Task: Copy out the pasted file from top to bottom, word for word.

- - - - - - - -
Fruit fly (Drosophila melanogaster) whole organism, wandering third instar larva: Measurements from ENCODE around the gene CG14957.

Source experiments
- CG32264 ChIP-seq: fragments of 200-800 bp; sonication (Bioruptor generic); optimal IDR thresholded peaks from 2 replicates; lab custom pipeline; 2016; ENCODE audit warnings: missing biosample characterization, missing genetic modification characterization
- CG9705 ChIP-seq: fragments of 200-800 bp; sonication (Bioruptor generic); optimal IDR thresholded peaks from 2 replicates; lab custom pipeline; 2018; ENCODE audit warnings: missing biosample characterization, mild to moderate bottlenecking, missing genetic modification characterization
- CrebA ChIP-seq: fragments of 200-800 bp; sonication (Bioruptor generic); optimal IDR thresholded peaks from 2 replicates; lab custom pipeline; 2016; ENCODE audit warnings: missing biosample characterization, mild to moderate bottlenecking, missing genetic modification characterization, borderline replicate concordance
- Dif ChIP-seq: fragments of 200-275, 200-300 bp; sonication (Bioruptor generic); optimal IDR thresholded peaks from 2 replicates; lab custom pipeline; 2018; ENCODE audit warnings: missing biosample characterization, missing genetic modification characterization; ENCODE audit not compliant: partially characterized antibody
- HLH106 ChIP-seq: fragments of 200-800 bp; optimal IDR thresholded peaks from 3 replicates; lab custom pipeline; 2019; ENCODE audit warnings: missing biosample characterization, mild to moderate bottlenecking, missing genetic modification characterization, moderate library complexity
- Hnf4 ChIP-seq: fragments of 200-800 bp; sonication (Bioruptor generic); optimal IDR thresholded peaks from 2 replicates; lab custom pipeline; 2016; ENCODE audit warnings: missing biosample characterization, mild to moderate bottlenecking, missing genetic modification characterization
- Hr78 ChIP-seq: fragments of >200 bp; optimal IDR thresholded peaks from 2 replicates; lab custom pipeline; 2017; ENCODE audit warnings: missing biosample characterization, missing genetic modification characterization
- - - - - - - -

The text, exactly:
Fruit fly (Drosophila melanogaster) whole organism, wandering third instar larva: Measurements from ENCODE around the gene CG14957.

Source experiments
- CG32264 ChIP-seq: fragments of 200-800 bp; sonication (Bioruptor generic); optimal IDR thresholded peaks from 2 replicates; lab custom pipeline; 2016; ENCODE audit warnings: missing biosample characterization, missing genetic modification characterization
- CG9705 ChIP-seq: fragments of 200-800 bp; sonication (Bioruptor generic); optimal IDR thresholded peaks from 2 replicates; lab custom pipeline; 2018; ENCODE audit warnings: missing biosample characterization, mild to moderate bottlenecking, missing genetic modification characterization
- CrebA ChIP-seq: fragments of 200-800 bp; sonication (Bioruptor generic); optimal IDR thresholded peaks from 2 replicates; lab custom pipeline; 2016; ENCODE audit warnings: missing biosample characterization, mild to moderate bottlenecking, missing genetic modification characterization, borderline replicate concordance
- Dif ChIP-seq: fragments of 200-275, 200-300 bp; sonication (Bioruptor generic); optimal IDR thresholded peaks from 2 replicates; lab custom pipeline; 2018; ENCODE audit warnings: missing biosample characterization, missing genetic modification characterization; ENCODE audit not compliant: partially characterized antibody
- HLH106 ChIP-seq: fragments of 200-800 bp; optimal IDR thresholded peaks from 3 replicates; lab custom pipeline; 2019; ENCODE audit warnings: missing biosample characterization, mild to moderate bottlenecking, missing genetic modification characterization, moderate library complexity
- Hnf4 ChIP-seq: fragments of 200-800 bp; sonication (Bioruptor generic); optimal IDR thresholded peaks from 2 replicates; lab custom pipeline; 2016; ENCODE audit warnings: missing biosample characterization, mild to moderate bottlenecking, missing genetic modification characterization
- Hr78 ChIP-seq: fragments of >200 bp; optimal IDR thresholded peaks from 2 replicates; lab custom pipeline; 2017; ENCODE audit warnings: missing biosample characterization, missing genetic modification characterization